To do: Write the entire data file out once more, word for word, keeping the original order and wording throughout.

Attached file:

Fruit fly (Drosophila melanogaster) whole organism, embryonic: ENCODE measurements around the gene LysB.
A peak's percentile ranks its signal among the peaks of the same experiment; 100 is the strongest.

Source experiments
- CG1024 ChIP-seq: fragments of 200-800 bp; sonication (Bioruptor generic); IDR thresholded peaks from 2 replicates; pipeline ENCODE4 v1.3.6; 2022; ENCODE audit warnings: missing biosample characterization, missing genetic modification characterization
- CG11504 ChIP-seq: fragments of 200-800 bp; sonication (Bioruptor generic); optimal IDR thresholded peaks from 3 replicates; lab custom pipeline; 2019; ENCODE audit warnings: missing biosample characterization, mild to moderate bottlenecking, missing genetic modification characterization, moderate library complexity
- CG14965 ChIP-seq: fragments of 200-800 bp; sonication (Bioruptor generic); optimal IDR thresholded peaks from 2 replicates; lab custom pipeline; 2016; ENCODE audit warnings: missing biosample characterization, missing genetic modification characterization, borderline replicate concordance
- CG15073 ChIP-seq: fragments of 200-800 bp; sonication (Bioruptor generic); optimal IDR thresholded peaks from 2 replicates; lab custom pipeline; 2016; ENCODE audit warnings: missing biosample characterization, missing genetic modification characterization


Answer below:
Fruit fly (Drosophila melanogaster) whole organism, embryonic: ENCODE measurements around the gene LysB.
A peak's percentile ranks its signal among the peaks of the same experiment; 100 is the strongest.

Source experiments
- CG1024 ChIP-seq: fragments of 200-800 bp; sonication (Bioruptor generic); IDR thresholded peaks from 2 replicates; pipeline ENCODE4 v1.3.6; 2022; ENCODE audit warnings: missing biosample characterization, missing genetic modification characterization
- CG11504 ChIP-seq: fragments of 200-800 bp; sonication (Bioruptor generic); optimal IDR thresholded peaks from 3 replicates; lab custom pipeline; 2019; ENCODE audit warnings: missing biosample characterization, mild to moderate bottlenecking, missing genetic modification characterization, moderate library complexity
- CG14965 ChIP-seq: fragments of 200-800 bp; sonication (Bioruptor generic); optimal IDR thresholded peaks from 2 replicates; lab custom pipeline; 2016; ENCODE audit warnings: missing biosample characterization, missing genetic modification characterization, borderline replicate concordance
- CG15073 ChIP-seq: fragments of 200-800 bp; sonication (Bioruptor generic); optimal IDR thresholded peaks from 2 replicates; lab custom pipeline; 2016; ENCODE audit warnings: missing biosample characterization, missing genetic modification characterization